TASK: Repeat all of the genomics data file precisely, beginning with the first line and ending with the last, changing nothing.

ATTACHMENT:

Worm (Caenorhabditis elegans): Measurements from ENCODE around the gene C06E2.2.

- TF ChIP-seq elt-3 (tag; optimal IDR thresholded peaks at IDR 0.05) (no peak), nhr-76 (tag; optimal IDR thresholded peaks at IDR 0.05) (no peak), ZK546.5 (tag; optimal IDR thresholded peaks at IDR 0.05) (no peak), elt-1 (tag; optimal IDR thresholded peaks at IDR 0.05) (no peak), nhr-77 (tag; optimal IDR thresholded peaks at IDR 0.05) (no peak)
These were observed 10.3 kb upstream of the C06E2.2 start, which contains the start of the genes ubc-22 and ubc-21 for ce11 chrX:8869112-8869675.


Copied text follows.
Worm (Caenorhabditis elegans): Measurements from ENCODE around the gene C06E2.2.

- TF ChIP-seq elt-3 (tag; optimal IDR thresholded peaks at IDR 0.05) (no peak), nhr-76 (tag; optimal IDR thresholded peaks at IDR 0.05) (no peak), ZK546.5 (tag; optimal IDR thresholded peaks at IDR 0.05) (no peak), elt-1 (tag; optimal IDR thresholded peaks at IDR 0.05) (no peak), nhr-77 (tag; optimal IDR thresholded peaks at IDR 0.05) (no peak)
These were observed 10.3 kb upstream of the C06E2.2 start, which contains the start of the genes ubc-22 and ubc-21 for ce11 chrX:8869112-8869675.